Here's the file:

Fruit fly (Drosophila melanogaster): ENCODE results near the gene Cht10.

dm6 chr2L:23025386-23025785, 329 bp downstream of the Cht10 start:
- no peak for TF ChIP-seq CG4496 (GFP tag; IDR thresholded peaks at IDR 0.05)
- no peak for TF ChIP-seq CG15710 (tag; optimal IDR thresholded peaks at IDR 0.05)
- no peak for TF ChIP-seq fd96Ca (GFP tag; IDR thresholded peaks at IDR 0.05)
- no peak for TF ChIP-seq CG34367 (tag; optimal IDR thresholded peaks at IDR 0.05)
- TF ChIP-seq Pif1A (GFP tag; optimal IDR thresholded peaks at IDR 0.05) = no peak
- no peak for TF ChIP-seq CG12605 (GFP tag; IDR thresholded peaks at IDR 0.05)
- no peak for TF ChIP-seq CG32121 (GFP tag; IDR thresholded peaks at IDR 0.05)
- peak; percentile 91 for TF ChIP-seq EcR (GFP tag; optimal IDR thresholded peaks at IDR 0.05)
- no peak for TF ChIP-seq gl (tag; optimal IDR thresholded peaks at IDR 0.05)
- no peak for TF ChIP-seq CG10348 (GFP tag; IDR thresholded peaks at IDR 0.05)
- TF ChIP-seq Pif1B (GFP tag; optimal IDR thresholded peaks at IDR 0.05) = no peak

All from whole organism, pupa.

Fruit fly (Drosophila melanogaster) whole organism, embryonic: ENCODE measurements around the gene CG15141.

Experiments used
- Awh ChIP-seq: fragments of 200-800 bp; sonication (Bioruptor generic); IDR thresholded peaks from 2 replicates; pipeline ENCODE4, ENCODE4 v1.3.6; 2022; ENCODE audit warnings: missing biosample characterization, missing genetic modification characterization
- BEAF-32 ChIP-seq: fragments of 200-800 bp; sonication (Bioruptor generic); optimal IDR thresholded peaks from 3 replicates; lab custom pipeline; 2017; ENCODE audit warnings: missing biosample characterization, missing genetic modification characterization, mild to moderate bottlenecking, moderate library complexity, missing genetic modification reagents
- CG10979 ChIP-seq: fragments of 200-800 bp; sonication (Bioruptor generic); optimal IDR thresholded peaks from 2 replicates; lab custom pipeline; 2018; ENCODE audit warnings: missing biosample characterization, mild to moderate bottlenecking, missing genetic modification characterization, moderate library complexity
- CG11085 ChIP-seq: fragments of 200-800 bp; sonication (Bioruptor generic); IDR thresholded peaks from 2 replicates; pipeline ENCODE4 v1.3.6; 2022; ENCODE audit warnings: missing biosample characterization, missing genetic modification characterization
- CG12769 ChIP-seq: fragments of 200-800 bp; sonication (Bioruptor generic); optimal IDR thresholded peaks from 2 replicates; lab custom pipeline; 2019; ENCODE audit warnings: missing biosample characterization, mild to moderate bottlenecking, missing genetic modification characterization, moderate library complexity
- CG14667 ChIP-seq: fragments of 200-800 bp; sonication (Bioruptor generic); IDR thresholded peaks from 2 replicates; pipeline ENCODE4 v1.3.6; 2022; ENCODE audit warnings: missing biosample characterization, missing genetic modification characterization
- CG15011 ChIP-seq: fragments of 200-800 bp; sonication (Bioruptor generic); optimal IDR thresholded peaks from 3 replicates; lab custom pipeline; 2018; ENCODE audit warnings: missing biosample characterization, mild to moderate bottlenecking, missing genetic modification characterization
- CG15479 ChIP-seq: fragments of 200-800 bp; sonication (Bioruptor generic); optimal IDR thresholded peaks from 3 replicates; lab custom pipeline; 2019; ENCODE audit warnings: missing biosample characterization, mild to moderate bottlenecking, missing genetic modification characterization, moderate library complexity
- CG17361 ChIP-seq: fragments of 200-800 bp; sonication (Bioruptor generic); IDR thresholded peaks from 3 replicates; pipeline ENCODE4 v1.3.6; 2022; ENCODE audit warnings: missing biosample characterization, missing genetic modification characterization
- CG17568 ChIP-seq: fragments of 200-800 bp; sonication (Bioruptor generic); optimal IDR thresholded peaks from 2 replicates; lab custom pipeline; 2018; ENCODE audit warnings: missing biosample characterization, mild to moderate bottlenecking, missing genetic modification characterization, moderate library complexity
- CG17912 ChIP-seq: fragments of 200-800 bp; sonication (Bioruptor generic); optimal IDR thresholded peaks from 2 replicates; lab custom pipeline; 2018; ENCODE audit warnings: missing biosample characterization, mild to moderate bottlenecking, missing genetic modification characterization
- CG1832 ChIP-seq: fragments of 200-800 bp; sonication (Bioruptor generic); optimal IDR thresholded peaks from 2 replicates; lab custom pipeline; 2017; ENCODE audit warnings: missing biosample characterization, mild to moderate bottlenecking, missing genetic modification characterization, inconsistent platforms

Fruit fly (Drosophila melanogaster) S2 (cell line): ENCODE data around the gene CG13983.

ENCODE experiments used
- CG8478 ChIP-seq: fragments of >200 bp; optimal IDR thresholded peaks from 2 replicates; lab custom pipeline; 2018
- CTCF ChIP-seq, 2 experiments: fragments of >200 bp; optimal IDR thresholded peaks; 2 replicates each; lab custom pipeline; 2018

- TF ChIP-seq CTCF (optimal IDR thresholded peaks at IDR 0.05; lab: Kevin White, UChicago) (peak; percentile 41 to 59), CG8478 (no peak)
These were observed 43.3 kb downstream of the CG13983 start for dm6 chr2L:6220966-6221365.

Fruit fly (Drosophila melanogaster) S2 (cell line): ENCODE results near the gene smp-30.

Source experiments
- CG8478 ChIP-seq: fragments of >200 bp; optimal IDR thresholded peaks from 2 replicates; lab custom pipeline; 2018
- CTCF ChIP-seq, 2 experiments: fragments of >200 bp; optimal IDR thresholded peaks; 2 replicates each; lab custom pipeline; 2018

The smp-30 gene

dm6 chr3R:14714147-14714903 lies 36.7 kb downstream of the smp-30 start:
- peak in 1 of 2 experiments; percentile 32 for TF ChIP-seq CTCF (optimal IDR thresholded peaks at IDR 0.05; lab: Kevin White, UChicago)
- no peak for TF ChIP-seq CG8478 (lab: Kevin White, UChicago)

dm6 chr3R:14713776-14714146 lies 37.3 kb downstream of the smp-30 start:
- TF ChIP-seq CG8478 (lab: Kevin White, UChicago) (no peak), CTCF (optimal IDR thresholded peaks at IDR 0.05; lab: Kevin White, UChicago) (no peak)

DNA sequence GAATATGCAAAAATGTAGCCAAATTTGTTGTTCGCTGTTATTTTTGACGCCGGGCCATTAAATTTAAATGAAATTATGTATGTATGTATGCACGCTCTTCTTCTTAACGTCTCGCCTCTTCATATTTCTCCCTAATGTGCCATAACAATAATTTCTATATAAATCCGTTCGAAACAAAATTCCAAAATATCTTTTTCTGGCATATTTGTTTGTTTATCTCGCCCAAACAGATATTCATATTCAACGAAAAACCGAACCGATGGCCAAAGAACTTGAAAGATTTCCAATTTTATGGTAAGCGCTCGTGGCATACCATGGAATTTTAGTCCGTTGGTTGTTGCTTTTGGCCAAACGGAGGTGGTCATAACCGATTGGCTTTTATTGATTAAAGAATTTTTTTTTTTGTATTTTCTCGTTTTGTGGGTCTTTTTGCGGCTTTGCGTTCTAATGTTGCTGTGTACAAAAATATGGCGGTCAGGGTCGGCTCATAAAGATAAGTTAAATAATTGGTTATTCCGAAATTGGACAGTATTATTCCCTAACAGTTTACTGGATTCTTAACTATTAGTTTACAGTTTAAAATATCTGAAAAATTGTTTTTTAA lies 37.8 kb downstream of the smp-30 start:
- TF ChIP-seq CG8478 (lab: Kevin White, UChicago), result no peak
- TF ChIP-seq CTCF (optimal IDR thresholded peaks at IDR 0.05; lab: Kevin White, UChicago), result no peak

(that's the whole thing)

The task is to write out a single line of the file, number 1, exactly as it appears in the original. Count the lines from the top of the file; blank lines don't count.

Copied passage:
Fruit fly (Drosophila melanogaster): ENCODE results near the gene Cht10.